Alexandria, VA – Geoscience Currents #69 explores how female geoscience enrollments and degrees changed in the 2011-2012 academic year. New data collected shows that female geoscience enrollments and degrees in the U.S. dropped sharply at both the Bachelor's and Master's levels, but increased slightly at the Doctoral level. The percentage of women enrolled in undergraduate geoscience programs in 2011-2012 was at the lowest levels seen since the 1990s, and Master's participation rates fell below 40% for the first time since 2001. Alternatively, women's participation in geoscience Doctorate programs continued its steady growth, rising to 45% in 2012. Although specific causes for the decline are unknown, Geoscience Currents #69 poses potential theories for drivers for these changes, including the possible end of programs that engage female participation in STEM fields, or perhaps the recent growth in the energy sector is attracting substantially more men than women to the field.
A copy of Geoscience Currents 69 can be found online at http://www.agiweb.org/workforce/currents.html.
Geoscience Currents are quick snapshots of data released by AGI on the status of the geoscience workforce. The Currents represent data collaborations with other societies, employers, and professionals. Topics for these reports are inspired by inquiries from geoscience community leaders. Interested in participating in AGI's Geoscience Currents? Visit http://www.agiweb.org/workforce/currents.html and register to receive free email updates containing the latest Geoscience Currents.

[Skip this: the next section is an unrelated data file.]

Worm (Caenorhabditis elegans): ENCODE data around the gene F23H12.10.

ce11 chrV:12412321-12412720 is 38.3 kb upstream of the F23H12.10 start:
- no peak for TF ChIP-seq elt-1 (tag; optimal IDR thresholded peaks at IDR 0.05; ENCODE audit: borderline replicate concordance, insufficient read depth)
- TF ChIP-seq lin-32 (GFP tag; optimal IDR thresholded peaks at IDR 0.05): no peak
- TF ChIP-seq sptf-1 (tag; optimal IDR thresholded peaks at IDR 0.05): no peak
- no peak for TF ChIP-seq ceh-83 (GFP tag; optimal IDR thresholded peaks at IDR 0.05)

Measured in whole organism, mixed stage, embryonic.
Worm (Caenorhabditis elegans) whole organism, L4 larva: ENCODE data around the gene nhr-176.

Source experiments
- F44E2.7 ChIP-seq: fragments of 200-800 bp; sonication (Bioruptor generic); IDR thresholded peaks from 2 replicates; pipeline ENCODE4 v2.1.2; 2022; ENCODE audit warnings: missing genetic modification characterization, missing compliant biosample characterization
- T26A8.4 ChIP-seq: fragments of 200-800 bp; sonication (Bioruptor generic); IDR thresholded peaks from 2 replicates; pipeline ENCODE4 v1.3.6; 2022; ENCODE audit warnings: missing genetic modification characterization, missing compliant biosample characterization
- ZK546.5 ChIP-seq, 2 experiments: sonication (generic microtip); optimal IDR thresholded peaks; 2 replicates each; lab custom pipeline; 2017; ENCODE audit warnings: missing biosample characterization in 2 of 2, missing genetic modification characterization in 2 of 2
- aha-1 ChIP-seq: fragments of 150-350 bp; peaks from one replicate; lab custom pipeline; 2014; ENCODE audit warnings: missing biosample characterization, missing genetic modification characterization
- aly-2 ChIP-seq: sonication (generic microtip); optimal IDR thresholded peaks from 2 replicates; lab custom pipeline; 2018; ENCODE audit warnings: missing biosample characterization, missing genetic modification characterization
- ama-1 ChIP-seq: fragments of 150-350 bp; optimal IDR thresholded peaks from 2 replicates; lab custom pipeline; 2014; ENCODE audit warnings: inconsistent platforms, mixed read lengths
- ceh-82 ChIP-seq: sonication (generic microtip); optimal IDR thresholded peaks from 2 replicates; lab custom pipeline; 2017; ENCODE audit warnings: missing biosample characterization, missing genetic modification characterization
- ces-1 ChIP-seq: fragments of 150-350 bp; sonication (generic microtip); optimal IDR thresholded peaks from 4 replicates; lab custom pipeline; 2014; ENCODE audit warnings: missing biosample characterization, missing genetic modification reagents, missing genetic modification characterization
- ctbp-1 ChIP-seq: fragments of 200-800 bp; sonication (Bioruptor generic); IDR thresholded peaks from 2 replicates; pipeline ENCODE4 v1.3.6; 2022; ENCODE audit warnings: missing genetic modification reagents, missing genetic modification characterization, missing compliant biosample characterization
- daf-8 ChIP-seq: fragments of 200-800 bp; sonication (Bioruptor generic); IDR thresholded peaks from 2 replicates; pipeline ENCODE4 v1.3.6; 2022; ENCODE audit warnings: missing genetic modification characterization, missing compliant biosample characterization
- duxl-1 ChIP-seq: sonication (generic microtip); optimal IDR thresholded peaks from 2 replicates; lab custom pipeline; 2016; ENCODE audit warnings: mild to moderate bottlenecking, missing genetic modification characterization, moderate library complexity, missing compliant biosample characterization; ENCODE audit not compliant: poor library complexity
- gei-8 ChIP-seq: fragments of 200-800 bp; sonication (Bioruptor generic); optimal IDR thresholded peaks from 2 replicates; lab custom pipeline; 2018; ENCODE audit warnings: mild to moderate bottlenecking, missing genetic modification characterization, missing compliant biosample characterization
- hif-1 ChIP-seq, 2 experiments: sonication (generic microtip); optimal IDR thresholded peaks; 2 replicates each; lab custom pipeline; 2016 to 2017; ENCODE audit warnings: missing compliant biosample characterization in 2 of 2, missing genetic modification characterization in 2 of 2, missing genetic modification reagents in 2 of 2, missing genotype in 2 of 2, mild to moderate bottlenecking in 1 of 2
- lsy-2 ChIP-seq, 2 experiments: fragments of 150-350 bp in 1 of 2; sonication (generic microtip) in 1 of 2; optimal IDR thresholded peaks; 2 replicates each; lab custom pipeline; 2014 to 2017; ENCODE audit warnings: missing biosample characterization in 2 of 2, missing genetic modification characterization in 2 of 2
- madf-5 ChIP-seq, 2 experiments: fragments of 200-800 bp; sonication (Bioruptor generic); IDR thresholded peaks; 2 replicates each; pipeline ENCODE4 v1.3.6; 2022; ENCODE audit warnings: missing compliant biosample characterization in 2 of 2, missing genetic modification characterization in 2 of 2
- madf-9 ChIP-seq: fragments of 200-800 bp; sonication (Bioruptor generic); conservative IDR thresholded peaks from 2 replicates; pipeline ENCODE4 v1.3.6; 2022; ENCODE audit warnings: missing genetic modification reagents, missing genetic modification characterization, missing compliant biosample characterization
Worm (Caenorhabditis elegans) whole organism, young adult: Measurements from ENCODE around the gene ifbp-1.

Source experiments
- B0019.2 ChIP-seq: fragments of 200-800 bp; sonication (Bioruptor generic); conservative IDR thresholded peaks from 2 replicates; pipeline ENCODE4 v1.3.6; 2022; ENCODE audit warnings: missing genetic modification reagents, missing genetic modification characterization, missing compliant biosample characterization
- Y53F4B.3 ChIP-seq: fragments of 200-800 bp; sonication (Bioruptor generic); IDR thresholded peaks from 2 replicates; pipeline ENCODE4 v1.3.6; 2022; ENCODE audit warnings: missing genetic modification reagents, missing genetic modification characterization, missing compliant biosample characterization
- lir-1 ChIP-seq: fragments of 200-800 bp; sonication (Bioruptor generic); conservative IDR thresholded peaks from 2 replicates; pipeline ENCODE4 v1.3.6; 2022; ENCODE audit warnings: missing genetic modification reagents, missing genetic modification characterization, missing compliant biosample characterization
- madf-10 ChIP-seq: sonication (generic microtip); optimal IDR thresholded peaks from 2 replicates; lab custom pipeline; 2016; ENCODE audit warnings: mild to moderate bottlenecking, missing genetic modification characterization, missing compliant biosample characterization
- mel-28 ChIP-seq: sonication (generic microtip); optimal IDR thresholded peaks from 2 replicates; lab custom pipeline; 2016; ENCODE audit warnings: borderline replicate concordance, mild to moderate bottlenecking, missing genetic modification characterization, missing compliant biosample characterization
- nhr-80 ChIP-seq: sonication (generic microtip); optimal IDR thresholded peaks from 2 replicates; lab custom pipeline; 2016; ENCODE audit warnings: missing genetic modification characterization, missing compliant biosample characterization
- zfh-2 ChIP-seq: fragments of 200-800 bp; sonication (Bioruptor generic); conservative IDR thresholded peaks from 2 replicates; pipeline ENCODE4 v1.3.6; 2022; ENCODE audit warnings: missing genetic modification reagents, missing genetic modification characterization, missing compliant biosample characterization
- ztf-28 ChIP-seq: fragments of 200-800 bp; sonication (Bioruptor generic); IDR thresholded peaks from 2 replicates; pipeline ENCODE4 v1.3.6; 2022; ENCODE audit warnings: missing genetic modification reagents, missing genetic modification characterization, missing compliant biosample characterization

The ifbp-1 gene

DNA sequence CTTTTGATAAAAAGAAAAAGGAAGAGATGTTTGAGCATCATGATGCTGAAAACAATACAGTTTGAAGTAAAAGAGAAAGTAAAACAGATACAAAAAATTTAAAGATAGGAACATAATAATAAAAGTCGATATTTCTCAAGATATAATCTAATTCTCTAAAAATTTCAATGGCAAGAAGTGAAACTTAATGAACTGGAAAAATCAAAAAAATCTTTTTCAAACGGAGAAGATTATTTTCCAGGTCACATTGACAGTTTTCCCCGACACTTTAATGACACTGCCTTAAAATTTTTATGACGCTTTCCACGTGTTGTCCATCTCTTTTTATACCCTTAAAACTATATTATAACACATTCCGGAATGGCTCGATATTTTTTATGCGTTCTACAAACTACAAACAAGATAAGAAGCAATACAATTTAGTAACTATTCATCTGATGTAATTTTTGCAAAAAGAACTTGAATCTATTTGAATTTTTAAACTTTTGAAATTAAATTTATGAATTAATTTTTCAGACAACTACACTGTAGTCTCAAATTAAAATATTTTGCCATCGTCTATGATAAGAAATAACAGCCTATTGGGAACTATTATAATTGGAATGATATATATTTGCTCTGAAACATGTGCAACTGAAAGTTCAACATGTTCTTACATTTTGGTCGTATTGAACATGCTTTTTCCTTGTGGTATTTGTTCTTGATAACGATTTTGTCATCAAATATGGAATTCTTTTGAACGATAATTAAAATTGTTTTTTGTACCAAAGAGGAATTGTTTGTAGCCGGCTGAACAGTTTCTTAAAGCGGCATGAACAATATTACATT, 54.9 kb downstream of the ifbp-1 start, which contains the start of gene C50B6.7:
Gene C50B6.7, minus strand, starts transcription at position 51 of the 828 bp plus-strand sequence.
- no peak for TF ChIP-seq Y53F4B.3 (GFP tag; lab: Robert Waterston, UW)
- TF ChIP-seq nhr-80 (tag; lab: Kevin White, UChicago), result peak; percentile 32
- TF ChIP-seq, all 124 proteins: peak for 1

The American Geosciences Institute is a nonprofit federation of geoscientific and professional associations that represents more than 250,000 geologists, geophysicists and other earth scientists. Founded in 1948, AGI provides information services to geoscientists, serves as a voice of shared interests in the profession, plays a major role in strengthening geoscience education, and strives to increase public awareness of the vital role the geosciences play in society's use of resources, resiliency to natural hazards, and interaction with the environment.
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